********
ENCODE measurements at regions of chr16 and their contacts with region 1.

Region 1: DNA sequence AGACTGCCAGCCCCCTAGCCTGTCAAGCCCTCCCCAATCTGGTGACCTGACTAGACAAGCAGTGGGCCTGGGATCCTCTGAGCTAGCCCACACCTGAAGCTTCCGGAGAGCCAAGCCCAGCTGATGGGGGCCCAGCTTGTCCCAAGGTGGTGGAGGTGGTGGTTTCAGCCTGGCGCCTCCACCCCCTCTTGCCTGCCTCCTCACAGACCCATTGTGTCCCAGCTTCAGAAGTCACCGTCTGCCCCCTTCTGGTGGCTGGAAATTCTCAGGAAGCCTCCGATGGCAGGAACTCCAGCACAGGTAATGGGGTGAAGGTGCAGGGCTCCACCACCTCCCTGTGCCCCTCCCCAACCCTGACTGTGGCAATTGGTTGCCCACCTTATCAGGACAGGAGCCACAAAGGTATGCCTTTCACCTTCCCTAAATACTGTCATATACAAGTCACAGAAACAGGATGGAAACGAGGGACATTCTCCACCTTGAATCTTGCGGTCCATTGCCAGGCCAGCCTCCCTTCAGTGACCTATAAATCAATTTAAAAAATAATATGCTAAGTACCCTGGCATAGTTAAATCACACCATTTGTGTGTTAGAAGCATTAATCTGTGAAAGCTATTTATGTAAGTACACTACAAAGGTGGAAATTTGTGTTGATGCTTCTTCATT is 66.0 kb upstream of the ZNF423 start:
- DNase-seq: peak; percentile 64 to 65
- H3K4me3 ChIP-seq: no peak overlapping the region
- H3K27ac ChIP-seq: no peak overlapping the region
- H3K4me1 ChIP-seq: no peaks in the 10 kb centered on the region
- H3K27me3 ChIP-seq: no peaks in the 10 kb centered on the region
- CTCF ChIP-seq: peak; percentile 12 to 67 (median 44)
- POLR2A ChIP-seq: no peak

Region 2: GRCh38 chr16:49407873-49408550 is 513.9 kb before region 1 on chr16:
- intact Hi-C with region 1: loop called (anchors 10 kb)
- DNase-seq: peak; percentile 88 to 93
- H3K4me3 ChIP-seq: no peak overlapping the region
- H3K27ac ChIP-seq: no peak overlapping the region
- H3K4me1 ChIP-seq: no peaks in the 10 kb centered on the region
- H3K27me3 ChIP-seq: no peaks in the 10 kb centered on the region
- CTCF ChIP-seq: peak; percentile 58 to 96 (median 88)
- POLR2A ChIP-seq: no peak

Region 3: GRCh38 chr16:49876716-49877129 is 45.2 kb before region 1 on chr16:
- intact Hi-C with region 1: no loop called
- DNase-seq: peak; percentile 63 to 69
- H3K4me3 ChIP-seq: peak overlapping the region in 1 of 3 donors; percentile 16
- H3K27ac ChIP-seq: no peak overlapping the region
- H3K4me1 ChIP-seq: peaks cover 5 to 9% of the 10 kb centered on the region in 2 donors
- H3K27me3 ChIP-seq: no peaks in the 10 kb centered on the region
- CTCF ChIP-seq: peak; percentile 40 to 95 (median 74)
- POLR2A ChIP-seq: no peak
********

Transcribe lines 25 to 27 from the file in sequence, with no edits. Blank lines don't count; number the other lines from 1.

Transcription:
- H3K27me3 ChIP-seq: no peaks in the 10 kb centered on the region
- CTCF ChIP-seq: peak; percentile 40 to 95 (median 74)
- POLR2A ChIP-seq: no peak